• New construction puzzler: When was the last time you saw a new funeral home going up?   With the population explosion over the last decades, you'd think you would see a new one being built occasionally.  Are the existing ones just busier or . . . . What am I missing here? 
  • More cremations?  The deceased still have to go through the funeral home process. People living longer?  They still die eventually . . . and then there is the off-setting phenomena of the global pandemic, the growing number of young people dying of gang violence, drive-by shootings, AIDs, drug overdoses . . . .)
  • Newspaper Obituary Headline Nickname of the Month: Mrs. Santa Claus.  As in Jaclyn M. “Mrs. Santa Claus” Brockman, Milwaukee Journal Sentinel, July 12, 2020.  R.I.P., Mrs. Brockman..
  • Today's Latin lesson:  Ubi est persona tua?  ("Where's your mask?")

THE QUOTE RACK

Disinfecting surfaces is ‘hygiene theater'

As a Covid-19 summer surge sweeps the country, deep cleans are all the rage. Restaurants, gyms, offices, and mass transit are all trying to create public confidence by spraying oceans of disinfectants on every square inch of America’s surface area. Sorry, but this may all be a huge waste of time—a piece of “hygiene theater” with no practical purpose. Scientists studying how the coronavirus has spread have concluded that surface transmission is extremely rare. Instead, they have traced nearly all outbreaks to airborne respiratory droplets spread from person to person—large droplets expelled in sneezes and coughs, and smaller aerosolized droplets from speech or even exhalations, which can linger in the air of indoor spaces.

In real-world conditions, scientists say, the virus does not survive on surfaces for very long. We should all still wash our hands when out in public, but studies have concluded that people aren’t getting infected from packages, elevator buttons, or door handles. It’s wearing masks, distancing, and moving activities outdoors that actually keep us safe. Theatrically blasting surfaces with disinfectants builds a false sense of security in indoor spaces, which can ironically lead to more infections.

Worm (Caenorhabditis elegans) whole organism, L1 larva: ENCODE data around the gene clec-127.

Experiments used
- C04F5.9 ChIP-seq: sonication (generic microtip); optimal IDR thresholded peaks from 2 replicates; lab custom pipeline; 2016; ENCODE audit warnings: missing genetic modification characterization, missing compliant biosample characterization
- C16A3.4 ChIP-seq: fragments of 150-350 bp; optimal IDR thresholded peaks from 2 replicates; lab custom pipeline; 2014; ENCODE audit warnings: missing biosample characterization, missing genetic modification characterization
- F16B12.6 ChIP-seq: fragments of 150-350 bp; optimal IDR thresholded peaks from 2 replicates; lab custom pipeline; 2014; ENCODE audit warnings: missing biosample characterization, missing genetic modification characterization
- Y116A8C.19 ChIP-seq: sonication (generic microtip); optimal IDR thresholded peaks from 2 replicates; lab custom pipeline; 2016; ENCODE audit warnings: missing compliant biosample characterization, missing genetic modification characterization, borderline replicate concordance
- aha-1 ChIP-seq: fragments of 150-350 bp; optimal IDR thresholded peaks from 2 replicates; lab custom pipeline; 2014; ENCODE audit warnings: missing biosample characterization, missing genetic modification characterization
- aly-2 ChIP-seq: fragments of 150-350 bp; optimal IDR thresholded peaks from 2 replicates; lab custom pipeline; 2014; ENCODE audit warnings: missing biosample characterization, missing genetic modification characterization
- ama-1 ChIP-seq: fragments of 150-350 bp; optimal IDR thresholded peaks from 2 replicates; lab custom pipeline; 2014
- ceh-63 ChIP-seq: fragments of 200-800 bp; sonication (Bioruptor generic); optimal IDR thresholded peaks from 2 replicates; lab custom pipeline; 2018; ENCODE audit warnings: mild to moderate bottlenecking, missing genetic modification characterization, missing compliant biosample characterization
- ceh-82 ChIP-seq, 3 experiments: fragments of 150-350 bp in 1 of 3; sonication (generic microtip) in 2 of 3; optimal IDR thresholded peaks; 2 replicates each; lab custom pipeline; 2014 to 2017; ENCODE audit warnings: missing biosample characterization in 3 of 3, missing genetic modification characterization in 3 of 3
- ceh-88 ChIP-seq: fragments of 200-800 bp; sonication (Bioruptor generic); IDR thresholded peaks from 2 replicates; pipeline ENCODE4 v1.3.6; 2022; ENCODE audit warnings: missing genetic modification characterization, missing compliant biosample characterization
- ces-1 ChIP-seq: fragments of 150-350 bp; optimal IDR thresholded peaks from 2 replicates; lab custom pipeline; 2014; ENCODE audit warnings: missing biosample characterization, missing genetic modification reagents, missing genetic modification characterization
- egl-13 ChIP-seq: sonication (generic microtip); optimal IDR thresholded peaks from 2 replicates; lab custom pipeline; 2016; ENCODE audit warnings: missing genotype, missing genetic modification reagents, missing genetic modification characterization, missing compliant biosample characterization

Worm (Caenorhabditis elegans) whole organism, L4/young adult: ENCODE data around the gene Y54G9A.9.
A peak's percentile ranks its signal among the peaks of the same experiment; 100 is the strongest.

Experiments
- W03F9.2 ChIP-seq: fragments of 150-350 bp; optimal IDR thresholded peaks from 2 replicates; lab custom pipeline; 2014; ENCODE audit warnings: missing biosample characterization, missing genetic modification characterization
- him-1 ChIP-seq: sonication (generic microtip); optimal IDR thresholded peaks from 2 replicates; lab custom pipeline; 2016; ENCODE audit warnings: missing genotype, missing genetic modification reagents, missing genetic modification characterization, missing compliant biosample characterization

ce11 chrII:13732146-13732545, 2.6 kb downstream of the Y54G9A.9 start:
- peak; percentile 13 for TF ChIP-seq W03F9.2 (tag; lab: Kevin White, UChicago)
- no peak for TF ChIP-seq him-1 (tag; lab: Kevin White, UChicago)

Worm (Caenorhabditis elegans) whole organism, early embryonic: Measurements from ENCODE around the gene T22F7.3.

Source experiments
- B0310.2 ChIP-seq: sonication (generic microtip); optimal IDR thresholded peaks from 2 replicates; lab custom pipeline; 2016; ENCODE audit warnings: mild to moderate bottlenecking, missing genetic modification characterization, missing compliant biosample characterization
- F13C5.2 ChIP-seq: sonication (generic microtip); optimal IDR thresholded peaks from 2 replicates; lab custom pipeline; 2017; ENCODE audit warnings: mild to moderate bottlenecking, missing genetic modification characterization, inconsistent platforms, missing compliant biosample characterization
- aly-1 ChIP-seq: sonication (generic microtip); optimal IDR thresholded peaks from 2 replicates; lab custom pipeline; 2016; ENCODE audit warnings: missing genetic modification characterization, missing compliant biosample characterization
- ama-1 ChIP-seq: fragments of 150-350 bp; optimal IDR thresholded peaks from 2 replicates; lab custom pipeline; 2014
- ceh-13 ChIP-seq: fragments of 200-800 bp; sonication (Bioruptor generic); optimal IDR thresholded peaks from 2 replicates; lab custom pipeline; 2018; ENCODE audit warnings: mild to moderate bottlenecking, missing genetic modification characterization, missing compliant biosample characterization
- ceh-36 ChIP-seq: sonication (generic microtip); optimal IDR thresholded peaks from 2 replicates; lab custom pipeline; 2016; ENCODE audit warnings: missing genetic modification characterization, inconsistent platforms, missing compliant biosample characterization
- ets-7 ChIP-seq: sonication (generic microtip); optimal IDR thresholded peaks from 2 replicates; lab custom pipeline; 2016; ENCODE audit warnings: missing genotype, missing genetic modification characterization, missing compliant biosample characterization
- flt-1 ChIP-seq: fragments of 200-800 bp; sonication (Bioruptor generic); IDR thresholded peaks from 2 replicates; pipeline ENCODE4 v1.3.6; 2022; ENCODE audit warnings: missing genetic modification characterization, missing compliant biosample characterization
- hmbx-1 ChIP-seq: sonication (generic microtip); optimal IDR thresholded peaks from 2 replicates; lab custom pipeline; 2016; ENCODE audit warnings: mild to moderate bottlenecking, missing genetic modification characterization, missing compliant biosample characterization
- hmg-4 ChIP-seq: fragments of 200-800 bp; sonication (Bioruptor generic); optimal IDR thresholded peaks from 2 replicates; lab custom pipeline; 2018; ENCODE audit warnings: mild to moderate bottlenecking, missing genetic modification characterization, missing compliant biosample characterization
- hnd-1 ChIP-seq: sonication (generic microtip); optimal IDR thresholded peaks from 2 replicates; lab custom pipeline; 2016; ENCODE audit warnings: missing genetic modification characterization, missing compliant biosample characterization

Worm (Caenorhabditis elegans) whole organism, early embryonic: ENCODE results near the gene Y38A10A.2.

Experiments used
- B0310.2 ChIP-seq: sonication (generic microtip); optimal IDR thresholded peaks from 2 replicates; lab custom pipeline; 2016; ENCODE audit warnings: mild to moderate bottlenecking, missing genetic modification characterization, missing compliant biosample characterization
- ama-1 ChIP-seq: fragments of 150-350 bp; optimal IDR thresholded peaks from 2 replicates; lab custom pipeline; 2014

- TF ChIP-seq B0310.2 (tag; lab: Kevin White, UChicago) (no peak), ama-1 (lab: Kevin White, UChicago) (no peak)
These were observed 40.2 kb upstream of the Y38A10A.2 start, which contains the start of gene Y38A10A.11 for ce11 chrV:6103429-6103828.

--Derek Thompson, Atlantic.com 
Can virtual visits replace a doctor’s touch?

*****The rise of telemedicine may be a silver lining in the coronavirus pandemic.  With many doctors’ offices closed and people worried about leaving their homes, virtual visits have surged as a way for patients to seek medical advice without stepping outside. Congress approved an expansion of Medicare coverage to include telehealth nationwide, and allocated money for communications services to make sure patients with critical needs can get remote follow-ups. The tech giants have taken notice; Microsoft introduced a new Cloud for Healthcare in May. Now many patients are growing accustomed to the convenience. They might not want to revisit the obstacles that can become excuses for not seeking a doctor.
--Cherlynn Low, Endgadget.com

*****Providers are less bullish on the shift, mainly because it’s hard for most small practices to implement. A practice must buy appropriate technology. Clinical schedules need to be changed. Documentation protocols must be updated. And on and on. Some doctors are also leery about taking the plunge” because of concerns about how much insurers, particularly Medicaid, will cover.
--Ateev Mehrotra, StatNews.com

*****As a primary care physician, I think the technology is fine. But I also know it will never replace in-person care. Well-trained clinicians use all their senses and examine the whole patient. Could a Zoom visit detect a lymph node too firm, a spleen or liver too large, or an unexpected prostate nodule?
--David Blumenthal, Harvard Business Review

Look for a ‘blue shift’ in November

The “blue shift” may decide the presidential election. In recent races, Democrats have benefited from a large wave of provisional ballots counted after the polls closed—sometimes changing which candidate won. In the 2018 midterm elections, blue-shift votes tallied after Election Day gave Democrat Kyrsten Sinema a U.S. Senate race in Arizona and helped Democrats win 41 House seats nationally. Amid the pandemic, tens of millions of additional votes will be cast by mail in November, but President Trump has convinced many Republicans that mail-in ballots are tainted. This could lead to a massive blue shift in mail-in votes—and a catastrophic challenge to the results.